Society Interiors - - LIFESTYLE - Text: Ma­rina cor­rea Pho­to­graphs: Dhru­pad Shukla; cour­tesy the firm


The pro­ject re­volves around ren­o­vat­ing an old ground-plus-one bun­ga­low in Ahmed­abad, Gu­jarat, to cre­ate more space for a doc­tor-cou­ple, who wanted larger ar­eas to meet their present and fu­ture re­quire­ments.

De­signed by UA Lab, this pro­ject scoops out more space within the ex­ist­ing built-up area rather than build­ing larger spa­ces. “Our first site ex­pe­ri­ence, where pea­cocks and pea­hens greeted us, guided us to de­velop a de­sign with­out com­pro­mis­ing on the ex­ist­ing open spa­ces avail­able to the users,” say Vipuja and Krush­nakant Par­mar, Prin­ci­pal Ar­chi­tects, uA lab (ur­ban Ar­chi­tec­tural Col­lab­o­ra­tive).

But at the same time, the old load-bear­ing struc­ture pro­vided them with very less free­dom to re­lease space, they re­call. So, us­ing the de­sign lan­guage of walls, col­umns and frames, they cre­ated en­velopes around the main struc­ture such that the en­closed space within could be re­leased in these en­velopes. All these new ex­ten­sions, de­signed as en­velopes, are done in ex­posed RCC struc­ture and kept open from the top; cre­at­ing a cu­bic form to the built mass.

“We tried to open the in­ner spa­ces of the house to­wards the outer gar­den; this helped in es­tab­lish­ing stronger re­la­tion­ships with the out­side greens and har­nessed nat­u­ral light and air,” says Krush­nakant.

As the liv­ing room is ex­tended on the west side, all those walls are kept in ex­posed RCC fin­ish, whilst the other walls are painted. Three open­ings de­signed in the ex­posed RCC por­tion are meant to connect the liv­ing to the green ar­eas on the west side. Soft fur­nish­ings seen through­out the house have been done in a va­ri­ety of cot­ton fab­rics to lend a warm and invit­ing look to dif­fer­ent spa­ces. In fact, the en­tire house is done up in Kota stone (with leather and mir­ror pol­ish) and Jaisalmer stone.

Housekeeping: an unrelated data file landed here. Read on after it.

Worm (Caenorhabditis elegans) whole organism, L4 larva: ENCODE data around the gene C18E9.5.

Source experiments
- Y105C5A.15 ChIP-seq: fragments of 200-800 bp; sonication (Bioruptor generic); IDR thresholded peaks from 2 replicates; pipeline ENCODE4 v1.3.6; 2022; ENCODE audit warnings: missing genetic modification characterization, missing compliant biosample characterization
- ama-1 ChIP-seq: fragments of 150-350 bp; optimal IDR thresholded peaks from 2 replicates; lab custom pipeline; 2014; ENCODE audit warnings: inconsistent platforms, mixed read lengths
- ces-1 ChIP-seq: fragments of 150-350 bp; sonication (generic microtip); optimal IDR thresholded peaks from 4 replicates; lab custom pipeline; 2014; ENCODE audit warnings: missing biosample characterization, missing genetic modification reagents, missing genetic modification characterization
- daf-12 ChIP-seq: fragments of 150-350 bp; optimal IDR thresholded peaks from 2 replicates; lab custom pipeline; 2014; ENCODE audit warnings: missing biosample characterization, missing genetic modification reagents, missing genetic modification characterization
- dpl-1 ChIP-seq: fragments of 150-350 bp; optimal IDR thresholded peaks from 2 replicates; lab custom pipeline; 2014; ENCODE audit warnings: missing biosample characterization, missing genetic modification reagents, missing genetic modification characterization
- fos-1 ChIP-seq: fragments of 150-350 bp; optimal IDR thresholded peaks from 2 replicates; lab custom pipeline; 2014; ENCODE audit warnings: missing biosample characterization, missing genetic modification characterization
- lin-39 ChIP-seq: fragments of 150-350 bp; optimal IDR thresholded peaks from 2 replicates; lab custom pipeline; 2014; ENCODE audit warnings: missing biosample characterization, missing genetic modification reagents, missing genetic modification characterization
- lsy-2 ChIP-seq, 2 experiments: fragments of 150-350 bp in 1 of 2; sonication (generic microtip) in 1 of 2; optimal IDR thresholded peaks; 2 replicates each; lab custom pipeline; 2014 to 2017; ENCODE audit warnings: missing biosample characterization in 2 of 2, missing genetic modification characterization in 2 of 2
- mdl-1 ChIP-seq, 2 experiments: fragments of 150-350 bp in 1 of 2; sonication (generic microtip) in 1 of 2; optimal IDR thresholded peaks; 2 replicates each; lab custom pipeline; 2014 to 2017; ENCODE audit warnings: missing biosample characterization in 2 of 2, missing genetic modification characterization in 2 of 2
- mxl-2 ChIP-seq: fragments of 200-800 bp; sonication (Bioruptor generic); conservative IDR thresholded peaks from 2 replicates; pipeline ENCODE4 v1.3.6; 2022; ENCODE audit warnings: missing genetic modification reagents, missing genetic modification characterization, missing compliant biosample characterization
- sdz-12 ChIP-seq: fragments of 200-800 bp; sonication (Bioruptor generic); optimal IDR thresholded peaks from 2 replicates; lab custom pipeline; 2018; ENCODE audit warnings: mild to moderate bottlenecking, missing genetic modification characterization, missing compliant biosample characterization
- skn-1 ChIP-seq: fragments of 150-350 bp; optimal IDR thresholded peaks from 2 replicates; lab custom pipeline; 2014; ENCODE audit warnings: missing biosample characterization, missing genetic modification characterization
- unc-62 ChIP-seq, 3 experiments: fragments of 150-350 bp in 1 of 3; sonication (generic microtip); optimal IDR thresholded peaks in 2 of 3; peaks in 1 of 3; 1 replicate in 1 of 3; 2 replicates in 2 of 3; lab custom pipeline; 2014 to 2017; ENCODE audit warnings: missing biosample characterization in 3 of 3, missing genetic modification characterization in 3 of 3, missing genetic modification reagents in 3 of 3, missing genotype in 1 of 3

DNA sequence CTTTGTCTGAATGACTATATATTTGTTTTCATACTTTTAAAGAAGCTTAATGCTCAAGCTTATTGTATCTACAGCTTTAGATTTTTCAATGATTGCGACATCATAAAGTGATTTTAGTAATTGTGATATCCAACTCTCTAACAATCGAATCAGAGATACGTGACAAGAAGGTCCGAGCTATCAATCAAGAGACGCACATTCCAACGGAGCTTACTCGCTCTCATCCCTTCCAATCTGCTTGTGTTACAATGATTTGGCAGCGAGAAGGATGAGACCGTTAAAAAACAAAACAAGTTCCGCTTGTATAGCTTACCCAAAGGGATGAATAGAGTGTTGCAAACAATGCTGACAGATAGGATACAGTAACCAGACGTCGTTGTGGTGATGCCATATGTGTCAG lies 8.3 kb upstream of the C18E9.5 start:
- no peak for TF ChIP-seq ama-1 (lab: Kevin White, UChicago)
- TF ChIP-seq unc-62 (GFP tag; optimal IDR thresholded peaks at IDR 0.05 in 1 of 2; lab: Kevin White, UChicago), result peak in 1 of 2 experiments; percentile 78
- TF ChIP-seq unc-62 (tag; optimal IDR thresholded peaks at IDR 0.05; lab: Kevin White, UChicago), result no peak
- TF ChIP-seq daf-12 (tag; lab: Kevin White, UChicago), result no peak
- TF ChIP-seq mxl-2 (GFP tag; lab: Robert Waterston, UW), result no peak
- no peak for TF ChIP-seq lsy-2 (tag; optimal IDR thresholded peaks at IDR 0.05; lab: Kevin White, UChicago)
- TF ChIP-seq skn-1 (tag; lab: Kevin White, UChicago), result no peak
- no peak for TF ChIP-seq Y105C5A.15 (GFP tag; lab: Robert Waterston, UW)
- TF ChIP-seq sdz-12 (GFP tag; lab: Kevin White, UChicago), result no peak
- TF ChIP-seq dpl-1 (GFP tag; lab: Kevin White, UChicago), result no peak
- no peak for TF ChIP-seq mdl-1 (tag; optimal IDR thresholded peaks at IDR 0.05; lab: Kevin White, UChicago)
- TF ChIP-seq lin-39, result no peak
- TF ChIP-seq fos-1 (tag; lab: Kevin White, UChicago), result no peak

Ad­ja­cent to the liv­ing is the din­ing room, which is con­sid­ered to be the most im­por­tant fam­ily space. “We also wanted to de­sign a ve­ran­dah space for an in­for­mal din­ing ex­pe­ri­ence,” says Vipuja. The ve­ran­dah then be­comes the ca­sual din­ing area for the home own­ers to en­joy their meals un­der a per­gola.

Climb a floor up and one en­ters the fam­ily lounge – per­fect for get-to­geth­ers with rel­a­tives and friends. There is a small stand­ing bal­cony added to get in the east light, which pro­vides a warm and well-lit am­bi­ence through­out the day thanks to this tiny bal­cony open­ing. The lounge also dou­bles-up as a home theatre and the chil­dren use it to watch movies with their friends.

The orig­i­nal master bed­room was a tight, en­closed space, with just enough area for a dou­ble bed. The ar­chi­tects opened up the old can­tilevered bal­cony, turn­ing it into a bay win­dow and cre­ated an al­cove, which was de­signed as a read­ing space in the for­mat of a baithak (In­dian seat­ing ar­range­ment). With the client hav­ing a pen­chant for col­lect­ing an­tiques, a large cop­per fil­ter makes its stately pres­ence felt. A skylight added to the ceil­ing of the master bath­room brings in nat­u­ral light through­out the day.

A com­mon bal­cony with ver­ti­cal rail­ing on the first floor con­nects the master bed­room and the chil­dren’s bed­room. A cosy sofa; two chairs and a cen­ter ta­ble; paint­ings, bam­boo chicks and some palm fronds peep­ing in make this an in­ti­mate space for the par­ents and kids to bond.

The chil­dren’s room is done up in wood and ve­neer as seen, viz. ta­bles, racks and cab­i­nets. A gen­er­ous book rack has been well-de­signed along with tiny cab­i­nets for their tro­phies and other knick-knacks. De­spite a dou­ble bed for the girls, a study ta­ble, an ad­di­tional book cabi­net, a mir­ror-dresser and a wardrobe with frosted glass, the room does not look clut­tered, but feels rather spa­cious.

The ren­o­va­tion is a state­ment of ca­pa­bil­ity of the ar­chi­tects, where the home­own­ers have not only im­proved their con­nec­tion to the out­doors (via bay win­dows, ve­ran­dahs, bal­conies, etc.), but also con­tinue to main­tain the same equi­lib­rium with crea­tures like pea­cocks, squir­rels, etc., who come vis­it­ing on site.

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